Individual investors added money to U.S. stocks for a seventh straight week last week, but they're continuing to show an even stronger appetite for international stocks.
While U.S. stock mutual funds attracted $1.1 billion during the week ended Feb. 14, international stock funds lured nearly $3.5 billion, according to data from the Investment Company Institute. So far this year, investors have poured almost $21 billion in U.S. stocks and more than $32 billion in global stocks, bringing the total stocks inflow to more than $53 billion.
That fact that investors are showing love for stocks is a sharp contrast from the past several years. The last time investors added more money to stock funds than they took out was in 2007, when U.S. stocks rose to record highs. Both the Dow Jones industrial average and the S&P 500 are back near those levels.
While investors added to their stock holdings, they're also continuing to pad their bond holdings. Bond fund raked in $4.7 billion last week, bringing the year's total to $47 billion. In 2012, bond funds brought in more than $300 billion.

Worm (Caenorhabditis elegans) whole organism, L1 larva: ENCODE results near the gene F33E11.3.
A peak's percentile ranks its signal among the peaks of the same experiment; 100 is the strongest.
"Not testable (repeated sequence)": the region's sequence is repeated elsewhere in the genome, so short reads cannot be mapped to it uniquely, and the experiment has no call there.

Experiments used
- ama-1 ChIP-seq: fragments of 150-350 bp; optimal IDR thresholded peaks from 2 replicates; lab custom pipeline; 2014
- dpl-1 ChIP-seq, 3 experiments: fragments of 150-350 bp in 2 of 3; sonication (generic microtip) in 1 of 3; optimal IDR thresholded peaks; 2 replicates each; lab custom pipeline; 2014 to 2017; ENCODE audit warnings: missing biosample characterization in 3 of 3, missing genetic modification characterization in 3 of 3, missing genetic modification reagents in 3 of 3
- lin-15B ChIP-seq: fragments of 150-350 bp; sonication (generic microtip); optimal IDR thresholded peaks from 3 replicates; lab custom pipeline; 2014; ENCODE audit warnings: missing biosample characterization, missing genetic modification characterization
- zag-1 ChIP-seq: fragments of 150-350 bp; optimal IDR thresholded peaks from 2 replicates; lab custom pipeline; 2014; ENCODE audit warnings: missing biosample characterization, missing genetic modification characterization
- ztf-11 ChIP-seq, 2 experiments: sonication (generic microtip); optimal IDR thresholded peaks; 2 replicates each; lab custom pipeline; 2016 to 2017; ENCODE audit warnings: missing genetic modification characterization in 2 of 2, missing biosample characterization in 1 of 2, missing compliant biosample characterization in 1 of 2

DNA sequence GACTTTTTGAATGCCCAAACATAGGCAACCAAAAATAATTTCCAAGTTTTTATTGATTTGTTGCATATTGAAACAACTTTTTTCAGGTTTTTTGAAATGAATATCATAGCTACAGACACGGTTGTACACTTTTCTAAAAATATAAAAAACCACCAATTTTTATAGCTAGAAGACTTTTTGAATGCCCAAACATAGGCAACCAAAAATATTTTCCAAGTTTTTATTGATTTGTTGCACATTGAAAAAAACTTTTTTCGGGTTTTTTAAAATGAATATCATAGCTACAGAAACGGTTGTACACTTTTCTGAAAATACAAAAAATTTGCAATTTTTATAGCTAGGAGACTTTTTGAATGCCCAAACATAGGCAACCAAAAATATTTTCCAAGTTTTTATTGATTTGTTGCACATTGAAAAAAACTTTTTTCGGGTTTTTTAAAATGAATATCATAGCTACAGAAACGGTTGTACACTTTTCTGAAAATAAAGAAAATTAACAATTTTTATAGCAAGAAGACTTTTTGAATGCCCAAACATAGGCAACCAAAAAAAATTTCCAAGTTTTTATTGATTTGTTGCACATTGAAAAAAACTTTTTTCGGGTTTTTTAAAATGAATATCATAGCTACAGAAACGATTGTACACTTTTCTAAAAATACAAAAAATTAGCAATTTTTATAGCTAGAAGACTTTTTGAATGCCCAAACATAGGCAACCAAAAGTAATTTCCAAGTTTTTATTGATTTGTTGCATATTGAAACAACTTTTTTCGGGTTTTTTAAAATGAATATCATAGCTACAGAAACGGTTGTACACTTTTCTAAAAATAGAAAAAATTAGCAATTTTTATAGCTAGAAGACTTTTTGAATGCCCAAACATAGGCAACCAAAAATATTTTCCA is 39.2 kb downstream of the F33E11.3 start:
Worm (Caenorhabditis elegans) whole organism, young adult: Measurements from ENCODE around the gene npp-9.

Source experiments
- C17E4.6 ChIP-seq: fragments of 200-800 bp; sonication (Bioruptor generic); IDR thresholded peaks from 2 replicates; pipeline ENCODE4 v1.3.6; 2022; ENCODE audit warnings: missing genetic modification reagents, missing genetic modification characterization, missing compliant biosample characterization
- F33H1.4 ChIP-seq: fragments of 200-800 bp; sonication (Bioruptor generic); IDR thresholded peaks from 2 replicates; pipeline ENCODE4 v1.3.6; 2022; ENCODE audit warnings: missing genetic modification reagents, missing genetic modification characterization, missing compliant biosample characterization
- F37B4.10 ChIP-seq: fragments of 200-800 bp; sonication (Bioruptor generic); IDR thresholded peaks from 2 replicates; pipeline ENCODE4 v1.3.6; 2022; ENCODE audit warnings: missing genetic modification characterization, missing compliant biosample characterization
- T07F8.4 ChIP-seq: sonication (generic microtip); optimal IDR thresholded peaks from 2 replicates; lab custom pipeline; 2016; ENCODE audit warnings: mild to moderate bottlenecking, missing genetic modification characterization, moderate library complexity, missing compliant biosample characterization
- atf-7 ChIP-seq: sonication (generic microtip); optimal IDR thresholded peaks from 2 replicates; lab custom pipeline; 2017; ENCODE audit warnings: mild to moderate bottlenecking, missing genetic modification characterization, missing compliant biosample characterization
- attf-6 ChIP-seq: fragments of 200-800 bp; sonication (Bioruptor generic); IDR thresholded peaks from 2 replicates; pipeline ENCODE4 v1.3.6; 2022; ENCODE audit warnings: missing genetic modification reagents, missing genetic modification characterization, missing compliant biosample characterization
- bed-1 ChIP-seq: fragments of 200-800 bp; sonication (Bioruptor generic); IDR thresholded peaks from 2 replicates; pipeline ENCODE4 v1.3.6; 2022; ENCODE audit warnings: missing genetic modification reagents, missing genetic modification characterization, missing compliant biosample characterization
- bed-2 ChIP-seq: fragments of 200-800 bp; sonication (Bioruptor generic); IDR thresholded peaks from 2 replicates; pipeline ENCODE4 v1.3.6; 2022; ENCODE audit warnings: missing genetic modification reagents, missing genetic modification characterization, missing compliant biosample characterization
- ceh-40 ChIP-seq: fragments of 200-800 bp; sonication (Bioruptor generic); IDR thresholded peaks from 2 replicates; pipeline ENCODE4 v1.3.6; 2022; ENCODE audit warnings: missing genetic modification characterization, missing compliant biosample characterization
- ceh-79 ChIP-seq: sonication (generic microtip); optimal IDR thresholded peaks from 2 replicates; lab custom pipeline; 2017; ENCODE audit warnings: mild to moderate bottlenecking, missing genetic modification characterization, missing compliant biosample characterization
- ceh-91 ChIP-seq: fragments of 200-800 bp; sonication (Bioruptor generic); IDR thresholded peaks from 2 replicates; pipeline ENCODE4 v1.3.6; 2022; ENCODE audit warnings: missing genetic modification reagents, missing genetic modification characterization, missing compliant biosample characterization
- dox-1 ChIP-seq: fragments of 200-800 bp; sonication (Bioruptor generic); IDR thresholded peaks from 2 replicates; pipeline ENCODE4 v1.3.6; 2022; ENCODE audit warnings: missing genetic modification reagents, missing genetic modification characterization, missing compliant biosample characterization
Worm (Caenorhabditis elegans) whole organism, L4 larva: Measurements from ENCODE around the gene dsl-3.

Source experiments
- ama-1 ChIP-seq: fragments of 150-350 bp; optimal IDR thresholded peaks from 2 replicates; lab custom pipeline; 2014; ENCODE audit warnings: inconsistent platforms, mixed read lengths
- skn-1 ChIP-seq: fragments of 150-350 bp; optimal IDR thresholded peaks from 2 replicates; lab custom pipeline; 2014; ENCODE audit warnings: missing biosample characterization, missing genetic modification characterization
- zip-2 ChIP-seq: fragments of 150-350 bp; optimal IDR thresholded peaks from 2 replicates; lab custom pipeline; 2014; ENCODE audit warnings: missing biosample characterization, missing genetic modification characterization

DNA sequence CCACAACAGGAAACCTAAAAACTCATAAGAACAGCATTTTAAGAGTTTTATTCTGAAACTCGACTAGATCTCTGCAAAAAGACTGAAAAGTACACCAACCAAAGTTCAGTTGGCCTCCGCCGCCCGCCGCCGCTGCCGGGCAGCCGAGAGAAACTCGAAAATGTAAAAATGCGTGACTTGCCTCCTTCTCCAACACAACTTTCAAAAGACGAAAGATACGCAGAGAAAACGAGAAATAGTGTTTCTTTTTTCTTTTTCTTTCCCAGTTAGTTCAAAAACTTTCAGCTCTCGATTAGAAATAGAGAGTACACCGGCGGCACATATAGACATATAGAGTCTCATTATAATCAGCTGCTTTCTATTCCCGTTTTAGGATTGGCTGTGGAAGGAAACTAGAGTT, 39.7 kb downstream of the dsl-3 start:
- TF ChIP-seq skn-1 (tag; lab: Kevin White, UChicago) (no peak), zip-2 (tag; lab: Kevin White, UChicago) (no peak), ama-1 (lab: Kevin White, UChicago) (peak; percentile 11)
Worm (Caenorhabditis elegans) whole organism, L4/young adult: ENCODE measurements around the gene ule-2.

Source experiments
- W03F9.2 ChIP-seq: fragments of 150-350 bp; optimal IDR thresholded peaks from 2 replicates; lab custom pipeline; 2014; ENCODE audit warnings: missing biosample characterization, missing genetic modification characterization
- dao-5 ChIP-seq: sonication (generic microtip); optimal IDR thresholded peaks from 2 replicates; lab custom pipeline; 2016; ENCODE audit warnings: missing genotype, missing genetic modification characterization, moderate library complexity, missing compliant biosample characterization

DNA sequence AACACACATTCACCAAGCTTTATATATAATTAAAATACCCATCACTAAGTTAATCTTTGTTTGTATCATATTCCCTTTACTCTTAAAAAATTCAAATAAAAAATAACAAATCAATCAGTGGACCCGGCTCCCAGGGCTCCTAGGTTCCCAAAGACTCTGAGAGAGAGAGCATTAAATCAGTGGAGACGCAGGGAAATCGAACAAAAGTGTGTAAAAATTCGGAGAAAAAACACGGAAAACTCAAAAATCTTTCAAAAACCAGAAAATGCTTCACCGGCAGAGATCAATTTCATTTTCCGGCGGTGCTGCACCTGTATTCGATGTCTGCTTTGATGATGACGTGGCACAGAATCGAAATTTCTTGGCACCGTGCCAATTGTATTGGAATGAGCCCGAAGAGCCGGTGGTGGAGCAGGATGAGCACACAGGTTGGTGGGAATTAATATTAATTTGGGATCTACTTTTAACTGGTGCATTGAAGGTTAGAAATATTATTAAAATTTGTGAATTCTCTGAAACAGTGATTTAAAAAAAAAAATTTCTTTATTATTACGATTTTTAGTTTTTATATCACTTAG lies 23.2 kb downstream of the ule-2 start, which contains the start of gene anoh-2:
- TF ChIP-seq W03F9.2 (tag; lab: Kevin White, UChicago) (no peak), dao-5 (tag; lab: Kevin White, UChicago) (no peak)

Hybrid funds, which invest in both stocks and bonds, gained $2 billion last week, according to ICI data.
Investors continued to buy up bonds and unload stocks last week, as they reacted to President Obama's re-election and geared up for a heated debate over how to solve the fiscal cliff.
While bond funds raked in $7.5 billion, U.S. stock mutual funds lost another $2.1 billion during the week ended Nov. 7, according to the Investment Company Institute.
The total inflow into bonds this year is now more than $275 billion, while MOREHibah Yousuf - Nov 15, 2012 11:19 AM ET
Not a member yet?Sign up now for a free account
|Part-time jobs: America's hidden unemployment crisis|
|Federal agents arrest debt collectors in crackdown|
|The FedEx driver who sued and won|
|JetBlue will cut legroom, charge for checked bags|
|All eyes on oil: What will OPEC do this week?|